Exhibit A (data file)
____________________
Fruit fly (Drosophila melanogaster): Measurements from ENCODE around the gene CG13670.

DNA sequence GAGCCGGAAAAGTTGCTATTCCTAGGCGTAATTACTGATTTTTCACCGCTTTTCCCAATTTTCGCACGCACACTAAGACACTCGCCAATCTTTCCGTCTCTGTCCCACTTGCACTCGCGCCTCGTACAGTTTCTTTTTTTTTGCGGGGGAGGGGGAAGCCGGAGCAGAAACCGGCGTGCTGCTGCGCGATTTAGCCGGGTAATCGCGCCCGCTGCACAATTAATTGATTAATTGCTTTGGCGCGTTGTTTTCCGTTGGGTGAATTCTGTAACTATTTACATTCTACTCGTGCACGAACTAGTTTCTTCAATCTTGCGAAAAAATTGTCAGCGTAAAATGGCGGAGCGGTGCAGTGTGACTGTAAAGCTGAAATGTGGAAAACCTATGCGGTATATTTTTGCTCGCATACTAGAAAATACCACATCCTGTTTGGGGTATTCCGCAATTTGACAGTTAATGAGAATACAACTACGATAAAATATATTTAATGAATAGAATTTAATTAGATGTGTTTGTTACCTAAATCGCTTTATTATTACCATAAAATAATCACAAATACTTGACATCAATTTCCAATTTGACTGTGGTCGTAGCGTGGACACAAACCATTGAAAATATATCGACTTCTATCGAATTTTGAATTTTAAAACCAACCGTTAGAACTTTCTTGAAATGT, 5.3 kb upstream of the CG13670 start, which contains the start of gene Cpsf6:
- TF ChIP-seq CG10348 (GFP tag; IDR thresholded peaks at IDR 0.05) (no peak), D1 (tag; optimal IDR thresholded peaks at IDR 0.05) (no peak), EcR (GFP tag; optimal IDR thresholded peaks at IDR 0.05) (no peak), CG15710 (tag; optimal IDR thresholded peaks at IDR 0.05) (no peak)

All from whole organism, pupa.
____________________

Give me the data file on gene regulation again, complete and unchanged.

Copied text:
Fruit fly (Drosophila melanogaster): Measurements from ENCODE around the gene CG13670.

DNA sequence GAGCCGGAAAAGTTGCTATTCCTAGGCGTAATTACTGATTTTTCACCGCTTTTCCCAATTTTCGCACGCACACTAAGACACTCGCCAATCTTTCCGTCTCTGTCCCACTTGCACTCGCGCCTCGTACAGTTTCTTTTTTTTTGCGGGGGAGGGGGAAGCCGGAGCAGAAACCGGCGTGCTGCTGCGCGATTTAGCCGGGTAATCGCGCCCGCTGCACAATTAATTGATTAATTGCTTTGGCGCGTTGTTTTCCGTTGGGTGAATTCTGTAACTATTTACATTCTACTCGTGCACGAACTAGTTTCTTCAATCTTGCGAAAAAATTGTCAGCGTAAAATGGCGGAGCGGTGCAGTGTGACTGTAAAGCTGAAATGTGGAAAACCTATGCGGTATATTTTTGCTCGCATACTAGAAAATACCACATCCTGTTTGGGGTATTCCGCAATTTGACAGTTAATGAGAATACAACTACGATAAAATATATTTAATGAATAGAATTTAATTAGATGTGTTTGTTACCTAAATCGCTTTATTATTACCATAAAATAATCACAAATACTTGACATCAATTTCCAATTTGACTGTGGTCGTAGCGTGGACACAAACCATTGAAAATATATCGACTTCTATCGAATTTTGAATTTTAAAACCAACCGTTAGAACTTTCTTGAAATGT, 5.3 kb upstream of the CG13670 start, which contains the start of gene Cpsf6:
- TF ChIP-seq CG10348 (GFP tag; IDR thresholded peaks at IDR 0.05) (no peak), D1 (tag; optimal IDR thresholded peaks at IDR 0.05) (no peak), EcR (GFP tag; optimal IDR thresholded peaks at IDR 0.05) (no peak), CG15710 (tag; optimal IDR thresholded peaks at IDR 0.05) (no peak)

All from whole organism, pupa.